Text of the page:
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Album review: Sondre Lerche's 'Heartbeat Radio'

September 8, 2009 | 11:11 am

Lerche240 "Wait till you hear the refrain," sings Sondre Lerche in the title track of his new album, "Heartbeat Radio." That's not bad advice: No matter what genre he's working in -- fuzzy garage rock, breezy vocal jazz, acoustic folk-pop -- this young Norwegian singer-songwriter crafts catchier choruses than many musicians who've been working twice as long as he has. His refrains always pay off.

But skimming Lerche's songs for their juiciest bits leaves a lot of juice behind. He's a highly meticulous record-maker with a deep and abiding love for intros and verses and bridges; in his mind, each deserves to be lavished with attention.

"Heartbeat Radio" is Lerche's most eclectic outing yet, with no overarching concept beyond a consistent level of excellence. Opener "Good Luck" starts out as a wistful guitar-pop ballad, briefly transforms into a moody art-rock jam and finally climaxes in a frenzy of discordant string jabs. "I Cannot Let You Go" is mellow blue-eyed soul with a scrabbly Steely Dan guitar solo. "If Only" has old-school hip-hop beats. "Pioneer" could charm a Beatle.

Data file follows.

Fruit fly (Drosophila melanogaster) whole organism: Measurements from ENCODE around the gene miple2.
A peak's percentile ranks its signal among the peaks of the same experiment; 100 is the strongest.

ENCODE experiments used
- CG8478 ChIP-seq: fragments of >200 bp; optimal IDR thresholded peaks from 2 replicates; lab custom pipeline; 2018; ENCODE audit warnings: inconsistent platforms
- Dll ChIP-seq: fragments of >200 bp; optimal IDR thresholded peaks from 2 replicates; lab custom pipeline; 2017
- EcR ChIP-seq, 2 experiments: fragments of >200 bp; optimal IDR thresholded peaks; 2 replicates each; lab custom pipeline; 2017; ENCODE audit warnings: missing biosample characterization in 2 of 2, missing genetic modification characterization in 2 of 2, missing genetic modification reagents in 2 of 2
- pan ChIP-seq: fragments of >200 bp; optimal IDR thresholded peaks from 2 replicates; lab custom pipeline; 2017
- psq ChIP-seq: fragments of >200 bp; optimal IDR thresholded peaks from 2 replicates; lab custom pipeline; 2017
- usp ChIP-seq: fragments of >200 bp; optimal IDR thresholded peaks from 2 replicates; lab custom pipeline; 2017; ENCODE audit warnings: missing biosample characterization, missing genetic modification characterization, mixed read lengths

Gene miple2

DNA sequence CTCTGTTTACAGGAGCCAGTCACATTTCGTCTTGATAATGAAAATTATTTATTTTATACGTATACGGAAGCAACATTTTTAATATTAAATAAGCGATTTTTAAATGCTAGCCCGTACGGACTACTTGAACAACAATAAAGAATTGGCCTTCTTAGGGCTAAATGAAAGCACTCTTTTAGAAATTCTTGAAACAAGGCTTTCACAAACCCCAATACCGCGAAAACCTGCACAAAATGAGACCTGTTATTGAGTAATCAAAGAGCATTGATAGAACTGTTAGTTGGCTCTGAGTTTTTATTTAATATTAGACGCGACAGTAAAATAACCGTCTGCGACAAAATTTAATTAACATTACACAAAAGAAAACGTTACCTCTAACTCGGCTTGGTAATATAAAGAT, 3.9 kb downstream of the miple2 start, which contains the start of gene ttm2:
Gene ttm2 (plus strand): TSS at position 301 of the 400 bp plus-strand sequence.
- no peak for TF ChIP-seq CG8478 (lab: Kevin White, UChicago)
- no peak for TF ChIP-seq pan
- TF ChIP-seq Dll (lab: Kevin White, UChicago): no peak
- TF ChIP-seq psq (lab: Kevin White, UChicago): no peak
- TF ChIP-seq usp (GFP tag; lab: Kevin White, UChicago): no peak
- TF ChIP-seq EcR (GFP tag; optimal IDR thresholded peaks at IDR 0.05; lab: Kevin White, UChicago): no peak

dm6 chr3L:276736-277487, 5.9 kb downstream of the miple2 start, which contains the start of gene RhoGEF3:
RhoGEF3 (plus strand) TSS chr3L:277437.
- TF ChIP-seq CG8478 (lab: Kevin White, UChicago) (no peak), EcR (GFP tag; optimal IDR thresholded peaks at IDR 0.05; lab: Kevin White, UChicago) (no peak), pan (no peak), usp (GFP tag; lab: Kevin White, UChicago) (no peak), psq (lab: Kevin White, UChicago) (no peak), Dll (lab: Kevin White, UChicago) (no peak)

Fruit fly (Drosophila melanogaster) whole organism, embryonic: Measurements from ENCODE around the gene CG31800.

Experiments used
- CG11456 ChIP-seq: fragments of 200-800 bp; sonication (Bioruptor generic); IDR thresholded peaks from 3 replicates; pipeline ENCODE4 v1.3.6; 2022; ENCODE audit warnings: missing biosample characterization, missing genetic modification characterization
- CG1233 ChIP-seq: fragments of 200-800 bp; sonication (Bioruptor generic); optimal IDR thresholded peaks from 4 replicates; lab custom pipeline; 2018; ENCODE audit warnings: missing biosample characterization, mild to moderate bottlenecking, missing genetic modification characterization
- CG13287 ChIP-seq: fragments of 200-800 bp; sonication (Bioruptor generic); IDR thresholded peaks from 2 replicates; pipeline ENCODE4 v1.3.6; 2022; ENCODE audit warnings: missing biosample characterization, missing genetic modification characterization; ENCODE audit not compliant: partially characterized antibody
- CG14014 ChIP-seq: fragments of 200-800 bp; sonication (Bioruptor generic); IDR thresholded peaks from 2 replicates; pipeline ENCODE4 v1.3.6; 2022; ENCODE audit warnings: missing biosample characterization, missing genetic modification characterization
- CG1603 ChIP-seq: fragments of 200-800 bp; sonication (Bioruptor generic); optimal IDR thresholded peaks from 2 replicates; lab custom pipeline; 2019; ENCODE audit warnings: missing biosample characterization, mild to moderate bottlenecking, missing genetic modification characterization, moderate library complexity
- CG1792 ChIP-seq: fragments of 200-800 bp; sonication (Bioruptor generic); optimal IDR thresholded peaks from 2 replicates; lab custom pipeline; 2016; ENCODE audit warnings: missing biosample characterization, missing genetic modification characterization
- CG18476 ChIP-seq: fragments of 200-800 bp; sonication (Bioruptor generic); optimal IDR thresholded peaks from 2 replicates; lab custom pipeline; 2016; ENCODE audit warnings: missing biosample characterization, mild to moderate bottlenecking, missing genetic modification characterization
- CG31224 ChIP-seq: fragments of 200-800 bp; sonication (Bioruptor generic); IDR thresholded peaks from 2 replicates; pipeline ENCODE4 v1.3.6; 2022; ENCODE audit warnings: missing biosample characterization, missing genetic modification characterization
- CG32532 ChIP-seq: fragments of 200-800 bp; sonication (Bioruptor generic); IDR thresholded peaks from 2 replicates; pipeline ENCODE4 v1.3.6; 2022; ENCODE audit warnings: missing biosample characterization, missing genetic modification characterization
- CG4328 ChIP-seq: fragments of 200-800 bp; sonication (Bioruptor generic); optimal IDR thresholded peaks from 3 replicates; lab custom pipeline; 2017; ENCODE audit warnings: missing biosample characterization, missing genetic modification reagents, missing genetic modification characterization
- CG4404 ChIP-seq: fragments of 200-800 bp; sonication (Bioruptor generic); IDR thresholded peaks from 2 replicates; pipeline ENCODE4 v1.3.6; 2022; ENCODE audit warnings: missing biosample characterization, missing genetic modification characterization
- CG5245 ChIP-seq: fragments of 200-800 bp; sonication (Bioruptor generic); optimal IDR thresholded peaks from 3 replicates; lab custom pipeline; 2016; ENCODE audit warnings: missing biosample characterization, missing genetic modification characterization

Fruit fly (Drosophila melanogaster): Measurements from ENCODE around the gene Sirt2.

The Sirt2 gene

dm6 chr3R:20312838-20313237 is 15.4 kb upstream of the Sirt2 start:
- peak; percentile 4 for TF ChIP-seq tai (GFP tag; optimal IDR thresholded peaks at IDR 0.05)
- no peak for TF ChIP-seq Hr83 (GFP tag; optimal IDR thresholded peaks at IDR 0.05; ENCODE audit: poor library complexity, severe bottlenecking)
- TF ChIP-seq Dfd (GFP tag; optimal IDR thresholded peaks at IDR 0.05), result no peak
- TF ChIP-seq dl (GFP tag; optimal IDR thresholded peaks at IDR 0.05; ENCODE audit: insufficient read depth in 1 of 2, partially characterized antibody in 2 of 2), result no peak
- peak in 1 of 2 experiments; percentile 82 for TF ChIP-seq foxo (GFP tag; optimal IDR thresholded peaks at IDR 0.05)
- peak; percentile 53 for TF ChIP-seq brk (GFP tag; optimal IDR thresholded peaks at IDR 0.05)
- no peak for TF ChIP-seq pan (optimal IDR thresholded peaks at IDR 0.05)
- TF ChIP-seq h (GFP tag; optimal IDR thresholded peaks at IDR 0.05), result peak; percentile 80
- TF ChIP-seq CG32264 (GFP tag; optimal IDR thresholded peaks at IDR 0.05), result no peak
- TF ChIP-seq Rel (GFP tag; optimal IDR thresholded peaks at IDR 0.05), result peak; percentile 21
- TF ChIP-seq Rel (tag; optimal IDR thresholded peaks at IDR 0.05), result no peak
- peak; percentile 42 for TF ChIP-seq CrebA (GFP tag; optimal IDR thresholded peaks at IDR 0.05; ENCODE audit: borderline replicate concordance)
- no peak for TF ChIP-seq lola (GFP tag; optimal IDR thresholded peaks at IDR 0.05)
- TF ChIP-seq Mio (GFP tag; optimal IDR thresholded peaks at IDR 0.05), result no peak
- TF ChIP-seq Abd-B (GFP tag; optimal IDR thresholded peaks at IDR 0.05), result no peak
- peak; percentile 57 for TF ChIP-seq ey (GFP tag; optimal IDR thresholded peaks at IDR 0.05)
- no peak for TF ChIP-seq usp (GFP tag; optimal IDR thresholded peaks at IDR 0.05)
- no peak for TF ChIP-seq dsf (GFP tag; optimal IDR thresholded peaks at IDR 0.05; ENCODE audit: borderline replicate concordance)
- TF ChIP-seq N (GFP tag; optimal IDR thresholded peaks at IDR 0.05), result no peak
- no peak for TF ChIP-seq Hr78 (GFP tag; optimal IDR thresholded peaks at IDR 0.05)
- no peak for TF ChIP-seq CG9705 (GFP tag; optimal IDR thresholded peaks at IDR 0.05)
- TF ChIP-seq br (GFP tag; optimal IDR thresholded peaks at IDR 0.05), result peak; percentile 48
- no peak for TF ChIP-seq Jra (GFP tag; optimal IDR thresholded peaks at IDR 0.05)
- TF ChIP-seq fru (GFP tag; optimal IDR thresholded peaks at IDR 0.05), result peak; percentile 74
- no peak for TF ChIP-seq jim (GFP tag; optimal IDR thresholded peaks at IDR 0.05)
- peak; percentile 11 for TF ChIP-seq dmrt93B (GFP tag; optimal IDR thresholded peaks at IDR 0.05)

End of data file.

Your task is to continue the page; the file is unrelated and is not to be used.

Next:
The songs here aren't as deep as those on the Beatles' "White Album"; Lerche is such a pleasant sort that you can't really picture him wringing out a "While My Guitar Gently Weeps." But the approach is the same: (1) Good albums are made from good songs; (2) Good songs are made from good parts; (3) Good parts are made from good ideas; (4) Don't cheat.

-- Mikael Wood

Sondre Lerche
"Heartbeat Radio"
Three and a half stars (out of four)